deliver deep solid lows. The fade-out could have lasted a bit longer in my
opinion, nevertheless a beautiful finale.
In conclusion, Asunción makes an
impressive debut for Pacifika; retaining the rawness of the live event while
adding a bit of studio polishing and music arrangements. Guitarist and engineer
Adam Popowitz is a rarity in this industry in that most musicians don't make
good engineers, they either have damaged hearing caused by accumulated years of
high level non-protective playing or mix it in a way to put the spotlight on
them. Neither is the case here. The instruments are for the most part clean and
very well captured with their tone intact. With the help of Mixing Engineer Ben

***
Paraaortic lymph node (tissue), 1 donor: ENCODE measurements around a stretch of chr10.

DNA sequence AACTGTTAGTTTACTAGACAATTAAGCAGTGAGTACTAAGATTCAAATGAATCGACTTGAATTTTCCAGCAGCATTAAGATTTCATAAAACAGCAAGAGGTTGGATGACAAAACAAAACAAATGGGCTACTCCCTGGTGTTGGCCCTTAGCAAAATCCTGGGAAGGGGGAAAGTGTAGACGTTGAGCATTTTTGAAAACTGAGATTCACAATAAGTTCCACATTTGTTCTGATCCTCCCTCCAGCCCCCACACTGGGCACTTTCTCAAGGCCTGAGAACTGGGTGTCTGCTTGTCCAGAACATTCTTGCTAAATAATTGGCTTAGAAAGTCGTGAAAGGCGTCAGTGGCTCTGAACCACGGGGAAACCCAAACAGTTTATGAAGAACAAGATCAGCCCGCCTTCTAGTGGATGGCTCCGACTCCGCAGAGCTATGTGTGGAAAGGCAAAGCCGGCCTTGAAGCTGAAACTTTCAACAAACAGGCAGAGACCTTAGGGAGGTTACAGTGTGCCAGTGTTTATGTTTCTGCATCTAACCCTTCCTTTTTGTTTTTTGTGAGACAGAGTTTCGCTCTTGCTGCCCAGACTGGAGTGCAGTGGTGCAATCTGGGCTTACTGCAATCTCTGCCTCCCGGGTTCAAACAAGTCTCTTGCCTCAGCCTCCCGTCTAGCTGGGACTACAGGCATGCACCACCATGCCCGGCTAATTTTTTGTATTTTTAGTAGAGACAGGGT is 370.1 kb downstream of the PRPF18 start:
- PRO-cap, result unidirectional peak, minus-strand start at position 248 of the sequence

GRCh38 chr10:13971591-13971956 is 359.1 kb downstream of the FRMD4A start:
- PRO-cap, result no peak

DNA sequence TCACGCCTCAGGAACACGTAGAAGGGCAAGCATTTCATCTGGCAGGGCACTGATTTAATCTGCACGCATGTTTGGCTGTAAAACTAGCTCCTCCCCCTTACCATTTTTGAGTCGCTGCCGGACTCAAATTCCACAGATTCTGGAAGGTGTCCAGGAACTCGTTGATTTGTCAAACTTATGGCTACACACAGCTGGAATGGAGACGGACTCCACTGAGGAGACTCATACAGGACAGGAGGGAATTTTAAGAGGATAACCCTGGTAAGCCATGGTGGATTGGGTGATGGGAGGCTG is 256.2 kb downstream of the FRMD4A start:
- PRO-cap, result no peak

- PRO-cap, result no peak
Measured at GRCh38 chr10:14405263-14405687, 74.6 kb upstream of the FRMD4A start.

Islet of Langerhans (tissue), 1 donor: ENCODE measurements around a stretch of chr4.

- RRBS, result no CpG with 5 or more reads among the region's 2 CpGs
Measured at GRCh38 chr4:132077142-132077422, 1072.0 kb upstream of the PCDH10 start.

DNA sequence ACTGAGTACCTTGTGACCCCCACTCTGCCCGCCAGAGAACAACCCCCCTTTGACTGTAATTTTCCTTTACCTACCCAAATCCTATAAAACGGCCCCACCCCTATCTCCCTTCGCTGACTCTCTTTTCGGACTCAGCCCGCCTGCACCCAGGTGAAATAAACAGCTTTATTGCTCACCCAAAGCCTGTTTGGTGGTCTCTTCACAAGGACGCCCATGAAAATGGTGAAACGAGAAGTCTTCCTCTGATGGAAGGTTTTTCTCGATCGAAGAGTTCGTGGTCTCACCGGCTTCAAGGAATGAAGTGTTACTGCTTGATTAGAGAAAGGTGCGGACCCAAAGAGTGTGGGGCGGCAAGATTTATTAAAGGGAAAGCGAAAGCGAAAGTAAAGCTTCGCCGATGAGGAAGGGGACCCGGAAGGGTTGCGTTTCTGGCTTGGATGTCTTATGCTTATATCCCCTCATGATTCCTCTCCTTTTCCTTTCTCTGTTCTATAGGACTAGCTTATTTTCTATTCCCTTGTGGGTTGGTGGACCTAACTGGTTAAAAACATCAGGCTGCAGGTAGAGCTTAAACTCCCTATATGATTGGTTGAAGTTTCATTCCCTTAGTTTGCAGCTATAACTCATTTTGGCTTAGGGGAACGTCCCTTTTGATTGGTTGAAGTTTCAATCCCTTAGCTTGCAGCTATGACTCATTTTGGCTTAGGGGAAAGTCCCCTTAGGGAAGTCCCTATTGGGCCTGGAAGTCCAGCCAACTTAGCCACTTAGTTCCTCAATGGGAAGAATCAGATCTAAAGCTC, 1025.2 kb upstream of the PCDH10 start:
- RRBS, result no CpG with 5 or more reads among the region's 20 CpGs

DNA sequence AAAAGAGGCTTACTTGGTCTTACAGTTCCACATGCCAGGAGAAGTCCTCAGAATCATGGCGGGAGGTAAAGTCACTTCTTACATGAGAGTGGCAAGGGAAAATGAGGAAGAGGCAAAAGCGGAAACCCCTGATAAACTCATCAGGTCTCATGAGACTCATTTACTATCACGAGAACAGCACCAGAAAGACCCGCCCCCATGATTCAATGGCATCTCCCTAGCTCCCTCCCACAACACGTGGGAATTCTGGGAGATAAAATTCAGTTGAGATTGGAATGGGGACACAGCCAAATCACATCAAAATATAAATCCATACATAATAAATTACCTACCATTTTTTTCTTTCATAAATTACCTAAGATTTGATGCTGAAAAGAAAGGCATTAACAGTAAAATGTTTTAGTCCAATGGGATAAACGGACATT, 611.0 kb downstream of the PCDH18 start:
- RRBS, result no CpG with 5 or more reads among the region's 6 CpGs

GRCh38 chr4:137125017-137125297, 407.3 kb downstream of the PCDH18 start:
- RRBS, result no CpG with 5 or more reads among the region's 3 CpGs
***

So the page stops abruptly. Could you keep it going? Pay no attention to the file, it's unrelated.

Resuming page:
Wisch on half the tracks, the mix is surprisingly (in this day and age) perfect.
Honestly I wouldn't change a thing.
Apart from tracks 6 and 7, the dynamic range is
refreshingly natural for this type of music - a rare endangered species I'm
afraid. Also noteworthy is the wide bandwidth well balanced from top to bottom.
In fact in quite a few instances, deep solid bass can be felt and is mixed just
at the right level, implying neutral control-room monitor levels along with good
judgment. Lastly all this hard work would go to waste if the last sound
manipulation step is not equally handled with great care. Here Mastering
Engineer Ken Lee seems to have done just such. Kudos for not perpetuating the
Of course even with competent ears you cannot
expect perfection in binary form - I'm sure Adam and Elliot would agree - so
don't go expecting 'golden age' late 1950's tube 3-track transparency nor early
1970's 2 inch 24-track Analog warmth a la Dark Side of the Moon and co.
Accept it for what it is: excellent 2008 digital on CD.
If only all new releases approached this level of quality, a reviewer's life would be so much easier.